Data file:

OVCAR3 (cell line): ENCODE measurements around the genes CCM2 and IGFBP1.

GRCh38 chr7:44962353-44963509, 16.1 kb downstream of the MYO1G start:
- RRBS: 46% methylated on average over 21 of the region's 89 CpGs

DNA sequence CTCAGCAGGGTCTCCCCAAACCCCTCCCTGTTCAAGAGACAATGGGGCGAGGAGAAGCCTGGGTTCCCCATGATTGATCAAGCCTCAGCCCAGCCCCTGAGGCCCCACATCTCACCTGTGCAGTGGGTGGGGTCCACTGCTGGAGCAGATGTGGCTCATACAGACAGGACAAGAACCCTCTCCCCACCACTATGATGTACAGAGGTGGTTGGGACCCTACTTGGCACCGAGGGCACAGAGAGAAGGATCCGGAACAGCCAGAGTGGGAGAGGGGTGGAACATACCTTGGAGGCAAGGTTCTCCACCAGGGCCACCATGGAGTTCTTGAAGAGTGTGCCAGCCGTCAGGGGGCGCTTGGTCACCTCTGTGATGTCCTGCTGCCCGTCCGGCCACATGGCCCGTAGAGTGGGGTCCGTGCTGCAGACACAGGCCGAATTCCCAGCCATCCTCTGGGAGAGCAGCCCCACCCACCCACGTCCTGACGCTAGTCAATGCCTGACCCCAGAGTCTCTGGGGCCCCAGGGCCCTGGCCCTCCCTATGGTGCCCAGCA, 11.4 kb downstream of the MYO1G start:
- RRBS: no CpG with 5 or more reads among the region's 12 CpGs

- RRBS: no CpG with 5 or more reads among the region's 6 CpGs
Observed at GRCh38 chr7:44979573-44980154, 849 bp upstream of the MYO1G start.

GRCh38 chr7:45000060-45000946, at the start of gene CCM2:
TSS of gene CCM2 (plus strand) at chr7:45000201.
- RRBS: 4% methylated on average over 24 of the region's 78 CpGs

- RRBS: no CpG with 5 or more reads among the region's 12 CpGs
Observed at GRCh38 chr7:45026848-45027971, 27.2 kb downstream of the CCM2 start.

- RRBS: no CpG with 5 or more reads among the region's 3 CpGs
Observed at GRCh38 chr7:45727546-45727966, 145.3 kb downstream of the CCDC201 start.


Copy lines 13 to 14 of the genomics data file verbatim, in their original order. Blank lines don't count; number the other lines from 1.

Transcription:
- RRBS: no CpG with 5 or more reads among the region's 3 CpGs
Observed at GRCh38 chr7:45727546-45727966, 145.3 kb downstream of the CCDC201 start.